Robust Electrical Contacts for Sensors and Electronics in Space Flight

Open Access
Author:
Kragh-Buetow, Katherine Cora
Graduate Program:
Materials Science and Engineering
Degree:
Doctor of Philosophy
Document Type:
Dissertation
Date of Defense:
December 18, 2015
Committee Members:
  • Suzanne E Mohney, Committee Chair
  • Patrick M Lenahan, Committee Member
  • Joan Marie Redwing, Committee Member
  • Earle Richard Ryba, Committee Member
  • Robert S Okojie, Special Member
Keywords:
  • silicon carbide (SiC)
  • indium nitride (InN)
  • polar semiconductors
  • high temperature
  • ohmic contacts
  • tungsten
  • nickel
Abstract:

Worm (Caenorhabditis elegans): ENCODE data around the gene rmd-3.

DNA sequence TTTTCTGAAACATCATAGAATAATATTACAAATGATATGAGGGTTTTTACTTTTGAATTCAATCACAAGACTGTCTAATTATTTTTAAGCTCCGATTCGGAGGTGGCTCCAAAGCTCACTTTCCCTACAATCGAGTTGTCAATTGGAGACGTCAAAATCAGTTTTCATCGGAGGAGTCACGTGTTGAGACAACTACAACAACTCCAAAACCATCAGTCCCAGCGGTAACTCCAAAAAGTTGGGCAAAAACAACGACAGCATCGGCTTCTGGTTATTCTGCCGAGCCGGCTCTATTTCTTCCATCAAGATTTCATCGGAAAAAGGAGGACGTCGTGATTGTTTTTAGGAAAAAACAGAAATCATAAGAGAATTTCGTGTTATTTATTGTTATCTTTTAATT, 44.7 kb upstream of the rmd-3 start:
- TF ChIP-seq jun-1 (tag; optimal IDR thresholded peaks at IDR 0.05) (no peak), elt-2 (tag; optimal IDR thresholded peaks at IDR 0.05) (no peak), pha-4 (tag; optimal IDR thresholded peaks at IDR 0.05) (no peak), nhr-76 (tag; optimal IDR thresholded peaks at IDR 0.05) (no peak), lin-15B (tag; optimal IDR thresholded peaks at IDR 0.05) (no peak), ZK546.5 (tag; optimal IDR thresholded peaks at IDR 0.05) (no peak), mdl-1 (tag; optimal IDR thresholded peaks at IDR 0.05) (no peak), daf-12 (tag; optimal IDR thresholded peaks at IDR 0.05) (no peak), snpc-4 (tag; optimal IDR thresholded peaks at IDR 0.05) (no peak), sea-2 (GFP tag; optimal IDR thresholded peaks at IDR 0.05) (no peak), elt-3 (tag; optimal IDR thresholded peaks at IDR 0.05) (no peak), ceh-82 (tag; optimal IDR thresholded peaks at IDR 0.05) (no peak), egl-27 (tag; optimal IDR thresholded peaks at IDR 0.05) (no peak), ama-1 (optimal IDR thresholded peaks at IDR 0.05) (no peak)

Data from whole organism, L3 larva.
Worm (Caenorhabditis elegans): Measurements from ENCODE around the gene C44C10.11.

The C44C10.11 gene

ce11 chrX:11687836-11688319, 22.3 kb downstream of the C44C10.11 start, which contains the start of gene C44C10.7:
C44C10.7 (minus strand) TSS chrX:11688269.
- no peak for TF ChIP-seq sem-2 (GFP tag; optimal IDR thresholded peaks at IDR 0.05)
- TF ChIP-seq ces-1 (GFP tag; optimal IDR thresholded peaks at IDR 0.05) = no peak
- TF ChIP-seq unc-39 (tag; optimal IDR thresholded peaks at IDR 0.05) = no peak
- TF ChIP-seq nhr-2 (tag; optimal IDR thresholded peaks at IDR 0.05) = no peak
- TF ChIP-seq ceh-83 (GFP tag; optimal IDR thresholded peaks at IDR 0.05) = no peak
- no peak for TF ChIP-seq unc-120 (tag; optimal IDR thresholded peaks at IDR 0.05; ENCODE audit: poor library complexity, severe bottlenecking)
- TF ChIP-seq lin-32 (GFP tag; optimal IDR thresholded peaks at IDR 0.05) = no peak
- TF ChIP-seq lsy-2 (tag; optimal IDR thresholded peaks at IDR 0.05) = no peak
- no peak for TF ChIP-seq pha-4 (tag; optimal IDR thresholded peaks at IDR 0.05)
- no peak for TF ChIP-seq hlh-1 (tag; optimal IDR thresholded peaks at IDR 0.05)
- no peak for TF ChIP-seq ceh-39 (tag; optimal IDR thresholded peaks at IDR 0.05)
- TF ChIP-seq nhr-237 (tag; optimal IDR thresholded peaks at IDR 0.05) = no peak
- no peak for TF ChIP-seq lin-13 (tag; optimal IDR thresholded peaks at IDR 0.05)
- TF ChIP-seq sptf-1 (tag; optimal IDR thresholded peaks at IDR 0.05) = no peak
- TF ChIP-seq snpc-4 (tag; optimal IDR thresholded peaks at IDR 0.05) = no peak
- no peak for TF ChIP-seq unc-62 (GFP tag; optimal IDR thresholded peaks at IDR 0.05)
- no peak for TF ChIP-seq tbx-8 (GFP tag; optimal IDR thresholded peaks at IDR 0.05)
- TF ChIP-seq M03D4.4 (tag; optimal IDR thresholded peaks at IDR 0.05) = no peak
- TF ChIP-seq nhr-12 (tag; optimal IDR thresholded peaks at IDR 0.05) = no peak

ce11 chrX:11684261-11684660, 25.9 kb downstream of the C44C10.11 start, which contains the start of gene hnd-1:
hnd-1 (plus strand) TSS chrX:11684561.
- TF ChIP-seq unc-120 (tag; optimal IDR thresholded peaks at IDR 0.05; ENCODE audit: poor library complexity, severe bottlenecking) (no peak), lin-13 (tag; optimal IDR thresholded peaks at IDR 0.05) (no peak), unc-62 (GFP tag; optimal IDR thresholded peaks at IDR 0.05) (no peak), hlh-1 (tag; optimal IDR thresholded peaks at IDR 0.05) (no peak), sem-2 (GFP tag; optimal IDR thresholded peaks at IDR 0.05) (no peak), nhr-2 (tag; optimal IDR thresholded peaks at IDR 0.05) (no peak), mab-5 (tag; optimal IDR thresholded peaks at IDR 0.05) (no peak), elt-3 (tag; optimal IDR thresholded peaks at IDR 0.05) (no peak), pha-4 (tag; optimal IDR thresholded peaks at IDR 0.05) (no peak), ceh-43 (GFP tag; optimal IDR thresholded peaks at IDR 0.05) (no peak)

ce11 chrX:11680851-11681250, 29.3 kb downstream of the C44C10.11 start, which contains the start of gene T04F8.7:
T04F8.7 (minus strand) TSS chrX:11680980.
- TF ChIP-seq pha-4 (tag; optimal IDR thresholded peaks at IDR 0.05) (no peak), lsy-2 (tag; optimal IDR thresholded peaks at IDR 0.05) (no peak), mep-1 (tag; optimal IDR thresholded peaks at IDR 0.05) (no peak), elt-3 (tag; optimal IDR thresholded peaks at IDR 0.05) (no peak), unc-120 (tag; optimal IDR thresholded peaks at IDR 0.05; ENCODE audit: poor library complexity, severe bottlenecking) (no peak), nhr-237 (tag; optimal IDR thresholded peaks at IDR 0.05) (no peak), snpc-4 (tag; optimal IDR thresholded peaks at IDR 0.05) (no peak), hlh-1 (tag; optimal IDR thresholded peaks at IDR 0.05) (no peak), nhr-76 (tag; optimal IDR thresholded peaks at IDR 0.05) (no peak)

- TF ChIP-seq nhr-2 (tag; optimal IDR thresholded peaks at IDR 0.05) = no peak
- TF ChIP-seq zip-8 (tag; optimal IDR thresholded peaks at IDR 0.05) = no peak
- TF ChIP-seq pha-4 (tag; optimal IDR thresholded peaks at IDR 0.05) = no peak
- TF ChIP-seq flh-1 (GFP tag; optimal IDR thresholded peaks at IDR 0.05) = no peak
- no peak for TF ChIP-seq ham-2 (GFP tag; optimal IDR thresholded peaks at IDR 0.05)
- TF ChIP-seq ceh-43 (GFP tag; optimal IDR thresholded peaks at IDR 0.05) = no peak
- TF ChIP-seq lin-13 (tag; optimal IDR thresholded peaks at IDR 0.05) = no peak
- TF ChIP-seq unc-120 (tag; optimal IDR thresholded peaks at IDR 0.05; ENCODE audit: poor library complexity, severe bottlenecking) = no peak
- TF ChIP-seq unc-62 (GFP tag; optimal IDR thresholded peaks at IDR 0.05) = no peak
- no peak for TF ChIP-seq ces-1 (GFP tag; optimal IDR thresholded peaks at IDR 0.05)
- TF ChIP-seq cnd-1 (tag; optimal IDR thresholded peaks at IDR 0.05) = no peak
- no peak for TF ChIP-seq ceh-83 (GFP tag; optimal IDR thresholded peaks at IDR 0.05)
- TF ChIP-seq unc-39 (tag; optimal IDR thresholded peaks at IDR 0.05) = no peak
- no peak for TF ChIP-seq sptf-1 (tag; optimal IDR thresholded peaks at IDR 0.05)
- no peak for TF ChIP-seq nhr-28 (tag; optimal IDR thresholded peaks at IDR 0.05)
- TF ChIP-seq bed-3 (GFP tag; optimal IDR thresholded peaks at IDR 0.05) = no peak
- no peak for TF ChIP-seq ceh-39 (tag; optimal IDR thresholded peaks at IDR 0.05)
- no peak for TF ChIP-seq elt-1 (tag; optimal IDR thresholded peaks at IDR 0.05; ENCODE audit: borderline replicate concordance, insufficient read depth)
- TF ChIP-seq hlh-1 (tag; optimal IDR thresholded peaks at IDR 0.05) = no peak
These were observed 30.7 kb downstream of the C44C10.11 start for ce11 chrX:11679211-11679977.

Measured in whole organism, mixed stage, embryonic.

The continued advancement of silicon-based electronics has transformed people’s lives around the world; however, silicon is not best suited for all devices or applications. Ohmic contacts to silicon carbide (SiC) were studied for high-temperature electronics and sensors, and to indium nitride (InN) for optoelectronic applications. Ohmic contacts to p- and n-type 4H-SiC using alloyed tungsten–nickel (W:Ni) refractory thin films were investigated. Transfer length measurement test structures on p-SiC (NA = 3 × 10^20 cm^−3) epitaxial layers revealed ohmic contacts with specific contact resistances, ρc, of ~10^−6–10^−5 Ωcm^2 after 0.5 h annealing in argon at 1000–1200 °C. Contacts fabricated on n-SiC (ND = 2 × 10^19 cm^−3) by similar methods were shown to have similar ρc values after annealing at 1000–1150 °C. Together, these ohmic contacts demonstrated the lowest comparable ρc values made simultaneously to both conductivity types. Using simultaneous ohmic contacts would reduce the complexity in fabricating SiC devices. The phases formed were characterized using X-ray diffraction (XRD), Auger electron spectroscopy (AES), and X-ray energy dispersive spectroscopy (XEDS) mapping. In samples annealed at 1100 °C+, the contacts exhibited phase segregation with distinct carbide phases at the surface. Samples annealed at 1000 °C displayed relatively homogeneous tungsten–nickel–carbide layers with smooth surfaces and only slightly higher ρc values. The contacts annealed at 1000 °C also demonstrated the most promise after aging, both briefly at 1000 °C and for 100 h at 600 °C in Ar, with only moderate increases in ρc. The influence of polarity on metal–semiconductor interfaces must be understood for optimizing electrical contacts. Metal–InN interfaces were characterized in a side-by-side study on the polar {0001} faces. The Ni films on (0001) and (000-1) InN exhibited different reaction kinetics upon annealing at 400 °C. Structural and chemical analysis using grazing incidence XRD, transmission electron microscopy, and XEDS indicated a sharp interface between the Ni film and the In-face (0001) InN layer. However, the N-face InN reacted with Ni to form a Ni3InNx ternary phase with an anti-perovskite structure. These results suggest the potential for polarity to impact other metal–semiconductor systems as well.